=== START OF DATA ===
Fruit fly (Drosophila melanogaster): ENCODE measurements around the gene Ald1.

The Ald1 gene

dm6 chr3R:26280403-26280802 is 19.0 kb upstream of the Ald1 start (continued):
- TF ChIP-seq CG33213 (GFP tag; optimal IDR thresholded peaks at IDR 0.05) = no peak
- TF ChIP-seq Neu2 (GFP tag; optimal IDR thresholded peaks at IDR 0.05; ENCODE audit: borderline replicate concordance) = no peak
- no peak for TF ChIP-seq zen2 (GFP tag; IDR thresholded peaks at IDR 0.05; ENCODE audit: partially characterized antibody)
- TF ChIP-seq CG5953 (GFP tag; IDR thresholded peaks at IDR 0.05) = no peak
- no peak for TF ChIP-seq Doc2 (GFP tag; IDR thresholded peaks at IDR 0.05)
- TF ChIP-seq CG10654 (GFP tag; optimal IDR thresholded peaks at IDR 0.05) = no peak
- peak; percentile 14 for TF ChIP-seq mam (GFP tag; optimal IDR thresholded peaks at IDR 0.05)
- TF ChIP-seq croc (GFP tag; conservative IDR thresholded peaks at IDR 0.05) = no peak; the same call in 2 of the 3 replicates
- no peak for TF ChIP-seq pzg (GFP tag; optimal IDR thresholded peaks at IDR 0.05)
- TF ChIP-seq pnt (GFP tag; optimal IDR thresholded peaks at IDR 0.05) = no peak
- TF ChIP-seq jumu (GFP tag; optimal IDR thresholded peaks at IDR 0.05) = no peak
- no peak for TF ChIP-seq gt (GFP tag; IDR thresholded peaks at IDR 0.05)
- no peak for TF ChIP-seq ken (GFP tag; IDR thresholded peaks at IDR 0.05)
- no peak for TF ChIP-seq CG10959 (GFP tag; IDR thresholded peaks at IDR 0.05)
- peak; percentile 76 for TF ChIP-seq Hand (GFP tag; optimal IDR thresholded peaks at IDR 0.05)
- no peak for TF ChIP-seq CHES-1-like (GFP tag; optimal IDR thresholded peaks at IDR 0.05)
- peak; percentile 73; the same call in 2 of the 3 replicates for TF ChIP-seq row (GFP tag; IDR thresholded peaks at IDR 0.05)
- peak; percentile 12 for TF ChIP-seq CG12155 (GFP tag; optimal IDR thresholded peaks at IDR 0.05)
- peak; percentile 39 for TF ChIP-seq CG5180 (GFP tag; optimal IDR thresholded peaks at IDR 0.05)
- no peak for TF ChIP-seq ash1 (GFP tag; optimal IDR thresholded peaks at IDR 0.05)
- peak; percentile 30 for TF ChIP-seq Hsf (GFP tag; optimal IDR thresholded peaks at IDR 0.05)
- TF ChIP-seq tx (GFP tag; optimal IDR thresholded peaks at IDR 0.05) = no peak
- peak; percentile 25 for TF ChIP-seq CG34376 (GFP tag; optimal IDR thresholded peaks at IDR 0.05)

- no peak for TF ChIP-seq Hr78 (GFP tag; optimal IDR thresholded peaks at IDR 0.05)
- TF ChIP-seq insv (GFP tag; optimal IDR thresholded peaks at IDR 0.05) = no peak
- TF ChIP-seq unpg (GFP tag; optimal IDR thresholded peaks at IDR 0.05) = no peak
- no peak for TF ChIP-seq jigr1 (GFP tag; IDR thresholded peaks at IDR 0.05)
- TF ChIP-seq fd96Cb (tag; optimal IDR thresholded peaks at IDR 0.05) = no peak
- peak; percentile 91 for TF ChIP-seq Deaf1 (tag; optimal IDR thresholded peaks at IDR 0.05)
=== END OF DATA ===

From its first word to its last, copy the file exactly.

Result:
Fruit fly (Drosophila melanogaster): ENCODE measurements around the gene Ald1.

The Ald1 gene

dm6 chr3R:26280403-26280802 is 19.0 kb upstream of the Ald1 start (continued):
- TF ChIP-seq CG33213 (GFP tag; optimal IDR thresholded peaks at IDR 0.05) = no peak
- TF ChIP-seq Neu2 (GFP tag; optimal IDR thresholded peaks at IDR 0.05; ENCODE audit: borderline replicate concordance) = no peak
- no peak for TF ChIP-seq zen2 (GFP tag; IDR thresholded peaks at IDR 0.05; ENCODE audit: partially characterized antibody)
- TF ChIP-seq CG5953 (GFP tag; IDR thresholded peaks at IDR 0.05) = no peak
- no peak for TF ChIP-seq Doc2 (GFP tag; IDR thresholded peaks at IDR 0.05)
- TF ChIP-seq CG10654 (GFP tag; optimal IDR thresholded peaks at IDR 0.05) = no peak
- peak; percentile 14 for TF ChIP-seq mam (GFP tag; optimal IDR thresholded peaks at IDR 0.05)
- TF ChIP-seq croc (GFP tag; conservative IDR thresholded peaks at IDR 0.05) = no peak; the same call in 2 of the 3 replicates
- no peak for TF ChIP-seq pzg (GFP tag; optimal IDR thresholded peaks at IDR 0.05)
- TF ChIP-seq pnt (GFP tag; optimal IDR thresholded peaks at IDR 0.05) = no peak
- TF ChIP-seq jumu (GFP tag; optimal IDR thresholded peaks at IDR 0.05) = no peak
- no peak for TF ChIP-seq gt (GFP tag; IDR thresholded peaks at IDR 0.05)
- no peak for TF ChIP-seq ken (GFP tag; IDR thresholded peaks at IDR 0.05)
- no peak for TF ChIP-seq CG10959 (GFP tag; IDR thresholded peaks at IDR 0.05)
- peak; percentile 76 for TF ChIP-seq Hand (GFP tag; optimal IDR thresholded peaks at IDR 0.05)
- no peak for TF ChIP-seq CHES-1-like (GFP tag; optimal IDR thresholded peaks at IDR 0.05)
- peak; percentile 73; the same call in 2 of the 3 replicates for TF ChIP-seq row (GFP tag; IDR thresholded peaks at IDR 0.05)
- peak; percentile 12 for TF ChIP-seq CG12155 (GFP tag; optimal IDR thresholded peaks at IDR 0.05)
- peak; percentile 39 for TF ChIP-seq CG5180 (GFP tag; optimal IDR thresholded peaks at IDR 0.05)
- no peak for TF ChIP-seq ash1 (GFP tag; optimal IDR thresholded peaks at IDR 0.05)
- peak; percentile 30 for TF ChIP-seq Hsf (GFP tag; optimal IDR thresholded peaks at IDR 0.05)
- TF ChIP-seq tx (GFP tag; optimal IDR thresholded peaks at IDR 0.05) = no peak
- peak; percentile 25 for TF ChIP-seq CG34376 (GFP tag; optimal IDR thresholded peaks at IDR 0.05)

- no peak for TF ChIP-seq Hr78 (GFP tag; optimal IDR thresholded peaks at IDR 0.05)
- TF ChIP-seq insv (GFP tag; optimal IDR thresholded peaks at IDR 0.05) = no peak
- TF ChIP-seq unpg (GFP tag; optimal IDR thresholded peaks at IDR 0.05) = no peak
- no peak for TF ChIP-seq jigr1 (GFP tag; IDR thresholded peaks at IDR 0.05)
- TF ChIP-seq fd96Cb (tag; optimal IDR thresholded peaks at IDR 0.05) = no peak
- peak; percentile 91 for TF ChIP-seq Deaf1 (tag; optimal IDR thresholded peaks at IDR 0.05)